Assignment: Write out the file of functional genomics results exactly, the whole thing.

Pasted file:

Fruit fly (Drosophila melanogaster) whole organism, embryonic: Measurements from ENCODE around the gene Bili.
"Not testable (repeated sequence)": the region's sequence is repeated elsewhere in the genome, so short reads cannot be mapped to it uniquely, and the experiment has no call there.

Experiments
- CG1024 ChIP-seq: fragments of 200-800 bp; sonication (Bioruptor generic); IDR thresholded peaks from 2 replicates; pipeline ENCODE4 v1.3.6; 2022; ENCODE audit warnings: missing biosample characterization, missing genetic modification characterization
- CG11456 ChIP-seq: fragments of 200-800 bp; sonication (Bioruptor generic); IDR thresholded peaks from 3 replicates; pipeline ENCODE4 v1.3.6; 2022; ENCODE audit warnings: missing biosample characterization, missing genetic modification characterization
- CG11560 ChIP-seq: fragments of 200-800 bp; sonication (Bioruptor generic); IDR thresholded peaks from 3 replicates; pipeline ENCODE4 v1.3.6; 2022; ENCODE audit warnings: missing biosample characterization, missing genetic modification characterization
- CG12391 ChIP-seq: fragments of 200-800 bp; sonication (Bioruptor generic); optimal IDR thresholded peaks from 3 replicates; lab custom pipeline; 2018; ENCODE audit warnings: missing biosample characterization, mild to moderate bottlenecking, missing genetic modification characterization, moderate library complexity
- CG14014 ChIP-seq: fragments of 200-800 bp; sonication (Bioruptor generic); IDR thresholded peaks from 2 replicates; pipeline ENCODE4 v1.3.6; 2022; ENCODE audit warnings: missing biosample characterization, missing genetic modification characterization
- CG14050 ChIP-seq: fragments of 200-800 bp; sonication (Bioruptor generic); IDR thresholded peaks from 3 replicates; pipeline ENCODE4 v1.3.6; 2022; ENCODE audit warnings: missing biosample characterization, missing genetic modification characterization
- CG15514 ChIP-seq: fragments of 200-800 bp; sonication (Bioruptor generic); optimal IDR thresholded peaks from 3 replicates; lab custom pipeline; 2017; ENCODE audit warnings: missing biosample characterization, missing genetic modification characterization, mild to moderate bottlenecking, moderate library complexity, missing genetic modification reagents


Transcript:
Fruit fly (Drosophila melanogaster) whole organism, embryonic: Measurements from ENCODE around the gene Bili.
"Not testable (repeated sequence)": the region's sequence is repeated elsewhere in the genome, so short reads cannot be mapped to it uniquely, and the experiment has no call there.

Experiments
- CG1024 ChIP-seq: fragments of 200-800 bp; sonication (Bioruptor generic); IDR thresholded peaks from 2 replicates; pipeline ENCODE4 v1.3.6; 2022; ENCODE audit warnings: missing biosample characterization, missing genetic modification characterization
- CG11456 ChIP-seq: fragments of 200-800 bp; sonication (Bioruptor generic); IDR thresholded peaks from 3 replicates; pipeline ENCODE4 v1.3.6; 2022; ENCODE audit warnings: missing biosample characterization, missing genetic modification characterization
- CG11560 ChIP-seq: fragments of 200-800 bp; sonication (Bioruptor generic); IDR thresholded peaks from 3 replicates; pipeline ENCODE4 v1.3.6; 2022; ENCODE audit warnings: missing biosample characterization, missing genetic modification characterization
- CG12391 ChIP-seq: fragments of 200-800 bp; sonication (Bioruptor generic); optimal IDR thresholded peaks from 3 replicates; lab custom pipeline; 2018; ENCODE audit warnings: missing biosample characterization, mild to moderate bottlenecking, missing genetic modification characterization, moderate library complexity
- CG14014 ChIP-seq: fragments of 200-800 bp; sonication (Bioruptor generic); IDR thresholded peaks from 2 replicates; pipeline ENCODE4 v1.3.6; 2022; ENCODE audit warnings: missing biosample characterization, missing genetic modification characterization
- CG14050 ChIP-seq: fragments of 200-800 bp; sonication (Bioruptor generic); IDR thresholded peaks from 3 replicates; pipeline ENCODE4 v1.3.6; 2022; ENCODE audit warnings: missing biosample characterization, missing genetic modification characterization
- CG15514 ChIP-seq: fragments of 200-800 bp; sonication (Bioruptor generic); optimal IDR thresholded peaks from 3 replicates; lab custom pipeline; 2017; ENCODE audit warnings: missing biosample characterization, missing genetic modification characterization, mild to moderate bottlenecking, moderate library complexity, missing genetic modification reagents